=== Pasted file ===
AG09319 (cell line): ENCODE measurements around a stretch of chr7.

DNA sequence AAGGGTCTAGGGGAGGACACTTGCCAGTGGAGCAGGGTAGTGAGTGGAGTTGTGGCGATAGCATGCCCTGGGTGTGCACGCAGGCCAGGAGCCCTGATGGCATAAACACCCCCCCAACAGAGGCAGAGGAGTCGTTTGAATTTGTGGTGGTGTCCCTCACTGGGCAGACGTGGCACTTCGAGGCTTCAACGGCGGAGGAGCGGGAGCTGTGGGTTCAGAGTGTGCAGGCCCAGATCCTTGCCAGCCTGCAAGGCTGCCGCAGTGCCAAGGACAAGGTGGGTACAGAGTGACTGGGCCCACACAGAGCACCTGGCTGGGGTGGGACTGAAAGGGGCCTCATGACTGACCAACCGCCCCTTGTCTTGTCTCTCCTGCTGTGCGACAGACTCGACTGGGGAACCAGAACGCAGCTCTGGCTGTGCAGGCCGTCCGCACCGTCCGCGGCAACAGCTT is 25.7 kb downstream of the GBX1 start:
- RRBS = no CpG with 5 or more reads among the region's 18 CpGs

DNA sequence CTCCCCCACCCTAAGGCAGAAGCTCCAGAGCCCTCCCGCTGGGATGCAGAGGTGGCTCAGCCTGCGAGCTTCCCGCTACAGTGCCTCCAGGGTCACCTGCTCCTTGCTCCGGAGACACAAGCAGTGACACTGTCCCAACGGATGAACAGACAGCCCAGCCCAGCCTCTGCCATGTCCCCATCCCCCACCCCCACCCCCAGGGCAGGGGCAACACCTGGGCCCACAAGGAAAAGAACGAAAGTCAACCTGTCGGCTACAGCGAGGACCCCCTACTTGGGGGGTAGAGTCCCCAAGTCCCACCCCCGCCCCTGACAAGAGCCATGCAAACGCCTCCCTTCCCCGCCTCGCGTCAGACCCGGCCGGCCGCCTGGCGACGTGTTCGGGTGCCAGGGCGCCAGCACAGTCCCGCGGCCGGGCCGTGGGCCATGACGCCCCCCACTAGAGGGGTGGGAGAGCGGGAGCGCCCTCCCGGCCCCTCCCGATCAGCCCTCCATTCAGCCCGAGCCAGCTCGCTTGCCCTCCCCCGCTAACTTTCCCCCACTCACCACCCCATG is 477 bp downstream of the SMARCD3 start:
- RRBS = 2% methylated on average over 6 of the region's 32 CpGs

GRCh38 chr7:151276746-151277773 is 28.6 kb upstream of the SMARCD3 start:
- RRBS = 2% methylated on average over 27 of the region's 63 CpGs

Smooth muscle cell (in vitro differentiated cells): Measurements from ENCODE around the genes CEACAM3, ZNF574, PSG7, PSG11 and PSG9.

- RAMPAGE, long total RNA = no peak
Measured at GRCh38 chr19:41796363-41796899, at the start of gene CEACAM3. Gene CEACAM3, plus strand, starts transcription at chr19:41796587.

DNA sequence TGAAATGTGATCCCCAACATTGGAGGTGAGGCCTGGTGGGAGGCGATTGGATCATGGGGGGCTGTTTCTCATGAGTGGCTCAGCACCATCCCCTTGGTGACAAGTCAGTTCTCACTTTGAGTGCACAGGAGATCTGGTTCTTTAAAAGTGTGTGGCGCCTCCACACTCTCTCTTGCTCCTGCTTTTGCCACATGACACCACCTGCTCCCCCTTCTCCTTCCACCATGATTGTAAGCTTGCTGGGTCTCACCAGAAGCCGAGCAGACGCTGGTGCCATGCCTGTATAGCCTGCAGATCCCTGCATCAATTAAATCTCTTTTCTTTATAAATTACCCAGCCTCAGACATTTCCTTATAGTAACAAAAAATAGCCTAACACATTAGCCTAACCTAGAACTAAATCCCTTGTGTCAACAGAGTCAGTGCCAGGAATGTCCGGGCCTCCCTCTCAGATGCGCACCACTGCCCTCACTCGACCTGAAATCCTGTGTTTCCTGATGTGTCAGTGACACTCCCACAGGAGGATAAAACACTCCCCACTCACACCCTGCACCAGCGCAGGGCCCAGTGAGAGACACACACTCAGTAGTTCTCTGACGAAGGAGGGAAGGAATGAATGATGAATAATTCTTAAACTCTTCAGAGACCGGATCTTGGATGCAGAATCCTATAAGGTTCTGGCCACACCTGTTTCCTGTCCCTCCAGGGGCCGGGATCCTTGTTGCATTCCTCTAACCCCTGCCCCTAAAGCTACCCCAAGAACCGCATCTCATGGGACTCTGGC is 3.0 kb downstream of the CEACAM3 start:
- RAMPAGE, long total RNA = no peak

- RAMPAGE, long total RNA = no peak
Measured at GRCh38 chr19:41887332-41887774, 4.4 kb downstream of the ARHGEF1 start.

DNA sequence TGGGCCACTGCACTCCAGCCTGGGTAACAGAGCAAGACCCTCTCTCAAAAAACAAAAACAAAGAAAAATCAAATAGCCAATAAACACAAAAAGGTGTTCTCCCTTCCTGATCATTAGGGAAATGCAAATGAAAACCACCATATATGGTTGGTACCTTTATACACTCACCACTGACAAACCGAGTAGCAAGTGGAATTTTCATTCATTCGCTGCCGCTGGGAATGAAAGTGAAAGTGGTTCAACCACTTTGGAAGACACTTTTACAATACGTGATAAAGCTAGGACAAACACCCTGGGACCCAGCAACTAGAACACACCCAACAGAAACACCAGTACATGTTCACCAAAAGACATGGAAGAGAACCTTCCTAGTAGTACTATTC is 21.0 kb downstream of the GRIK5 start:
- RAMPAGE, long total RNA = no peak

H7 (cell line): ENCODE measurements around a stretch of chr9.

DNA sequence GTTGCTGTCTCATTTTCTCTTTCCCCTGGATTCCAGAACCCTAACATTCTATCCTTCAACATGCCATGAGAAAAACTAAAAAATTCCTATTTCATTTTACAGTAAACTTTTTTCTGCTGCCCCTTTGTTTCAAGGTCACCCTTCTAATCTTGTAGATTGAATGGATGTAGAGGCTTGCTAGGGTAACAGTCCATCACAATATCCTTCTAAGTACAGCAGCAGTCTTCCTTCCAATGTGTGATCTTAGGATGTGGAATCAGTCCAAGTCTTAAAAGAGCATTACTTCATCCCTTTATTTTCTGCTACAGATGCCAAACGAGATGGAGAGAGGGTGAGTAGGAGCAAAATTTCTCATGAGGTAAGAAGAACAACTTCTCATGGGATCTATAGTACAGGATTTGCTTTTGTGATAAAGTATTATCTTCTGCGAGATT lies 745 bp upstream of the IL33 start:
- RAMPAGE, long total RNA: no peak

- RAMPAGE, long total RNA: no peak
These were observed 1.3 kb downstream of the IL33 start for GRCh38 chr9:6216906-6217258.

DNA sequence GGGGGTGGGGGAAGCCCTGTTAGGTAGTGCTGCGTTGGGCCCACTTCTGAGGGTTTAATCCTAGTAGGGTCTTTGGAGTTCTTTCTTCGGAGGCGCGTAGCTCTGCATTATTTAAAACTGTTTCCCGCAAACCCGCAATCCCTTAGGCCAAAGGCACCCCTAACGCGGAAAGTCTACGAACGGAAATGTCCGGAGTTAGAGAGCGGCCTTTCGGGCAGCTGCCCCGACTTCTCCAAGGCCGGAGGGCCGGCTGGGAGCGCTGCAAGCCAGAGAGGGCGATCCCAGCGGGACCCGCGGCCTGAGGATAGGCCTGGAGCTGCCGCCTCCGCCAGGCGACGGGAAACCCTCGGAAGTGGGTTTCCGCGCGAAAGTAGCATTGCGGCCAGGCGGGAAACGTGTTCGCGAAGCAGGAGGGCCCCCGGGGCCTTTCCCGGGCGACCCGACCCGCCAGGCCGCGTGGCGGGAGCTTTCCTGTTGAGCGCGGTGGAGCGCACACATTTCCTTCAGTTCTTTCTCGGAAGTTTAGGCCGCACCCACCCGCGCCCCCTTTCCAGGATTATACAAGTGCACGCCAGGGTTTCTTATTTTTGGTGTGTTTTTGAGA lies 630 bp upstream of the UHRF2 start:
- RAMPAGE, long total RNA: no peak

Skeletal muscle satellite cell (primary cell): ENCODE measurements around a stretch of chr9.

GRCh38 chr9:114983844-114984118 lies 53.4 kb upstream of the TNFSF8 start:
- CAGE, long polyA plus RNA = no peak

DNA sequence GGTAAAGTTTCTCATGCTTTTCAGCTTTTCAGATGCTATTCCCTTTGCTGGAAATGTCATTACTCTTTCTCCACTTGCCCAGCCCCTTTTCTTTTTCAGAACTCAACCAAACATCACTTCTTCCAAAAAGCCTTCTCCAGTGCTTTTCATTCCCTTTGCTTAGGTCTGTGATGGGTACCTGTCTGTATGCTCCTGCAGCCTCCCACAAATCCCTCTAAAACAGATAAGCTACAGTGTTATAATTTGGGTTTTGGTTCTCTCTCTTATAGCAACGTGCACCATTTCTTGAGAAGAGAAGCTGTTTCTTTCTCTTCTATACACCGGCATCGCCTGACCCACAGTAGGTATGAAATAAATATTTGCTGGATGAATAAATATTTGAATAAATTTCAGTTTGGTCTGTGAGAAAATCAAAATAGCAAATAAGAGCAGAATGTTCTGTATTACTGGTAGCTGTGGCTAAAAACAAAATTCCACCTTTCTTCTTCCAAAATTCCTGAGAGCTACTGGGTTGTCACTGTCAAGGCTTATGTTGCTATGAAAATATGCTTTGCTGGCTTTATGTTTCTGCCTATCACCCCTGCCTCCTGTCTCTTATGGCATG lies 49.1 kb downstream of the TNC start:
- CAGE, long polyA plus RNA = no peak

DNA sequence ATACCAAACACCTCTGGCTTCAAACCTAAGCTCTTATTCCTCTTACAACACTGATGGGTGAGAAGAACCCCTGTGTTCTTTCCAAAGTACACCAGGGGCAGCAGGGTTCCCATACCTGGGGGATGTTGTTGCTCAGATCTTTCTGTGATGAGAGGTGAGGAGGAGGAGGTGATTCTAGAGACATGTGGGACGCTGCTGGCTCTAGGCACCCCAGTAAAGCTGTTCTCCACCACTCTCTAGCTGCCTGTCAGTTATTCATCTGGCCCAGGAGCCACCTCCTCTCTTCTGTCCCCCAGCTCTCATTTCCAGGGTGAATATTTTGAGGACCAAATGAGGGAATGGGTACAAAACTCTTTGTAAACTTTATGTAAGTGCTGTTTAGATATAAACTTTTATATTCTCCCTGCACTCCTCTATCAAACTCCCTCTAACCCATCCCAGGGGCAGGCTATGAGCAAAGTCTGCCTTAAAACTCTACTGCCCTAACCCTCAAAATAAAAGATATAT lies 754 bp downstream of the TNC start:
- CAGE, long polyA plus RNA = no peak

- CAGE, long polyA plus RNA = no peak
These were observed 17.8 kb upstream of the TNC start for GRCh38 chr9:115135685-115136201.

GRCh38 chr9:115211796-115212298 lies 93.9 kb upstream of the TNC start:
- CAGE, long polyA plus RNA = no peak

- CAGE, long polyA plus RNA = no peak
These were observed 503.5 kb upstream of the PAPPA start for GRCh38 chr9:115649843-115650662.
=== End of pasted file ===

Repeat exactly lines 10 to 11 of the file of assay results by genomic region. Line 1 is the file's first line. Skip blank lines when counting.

Measured at GRCh38 chr19:41796363-41796899, at the start of gene CEACAM3. Gene CEACAM3, plus strand, starts transcription at chr19:41796587.

DNA sequence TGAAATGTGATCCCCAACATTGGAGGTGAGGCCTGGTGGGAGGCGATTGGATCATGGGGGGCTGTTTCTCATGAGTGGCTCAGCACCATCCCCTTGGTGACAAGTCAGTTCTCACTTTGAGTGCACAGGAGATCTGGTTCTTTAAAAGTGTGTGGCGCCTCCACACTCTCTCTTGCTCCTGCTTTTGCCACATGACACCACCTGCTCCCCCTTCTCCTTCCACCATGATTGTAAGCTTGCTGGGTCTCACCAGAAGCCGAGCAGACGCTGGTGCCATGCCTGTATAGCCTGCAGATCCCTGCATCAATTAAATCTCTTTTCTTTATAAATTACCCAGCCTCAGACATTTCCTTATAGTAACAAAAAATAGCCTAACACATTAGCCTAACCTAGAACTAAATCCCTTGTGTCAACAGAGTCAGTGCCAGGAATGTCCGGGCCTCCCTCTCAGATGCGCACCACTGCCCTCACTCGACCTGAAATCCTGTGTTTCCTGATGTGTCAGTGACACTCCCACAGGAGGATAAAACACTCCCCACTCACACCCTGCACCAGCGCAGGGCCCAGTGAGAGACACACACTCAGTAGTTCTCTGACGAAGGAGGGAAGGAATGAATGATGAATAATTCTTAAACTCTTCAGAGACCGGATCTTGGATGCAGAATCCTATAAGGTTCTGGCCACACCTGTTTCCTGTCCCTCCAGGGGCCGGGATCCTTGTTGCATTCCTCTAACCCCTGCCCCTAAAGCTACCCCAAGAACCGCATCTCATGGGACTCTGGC is 3.0 kb downstream of the CEACAM3 start: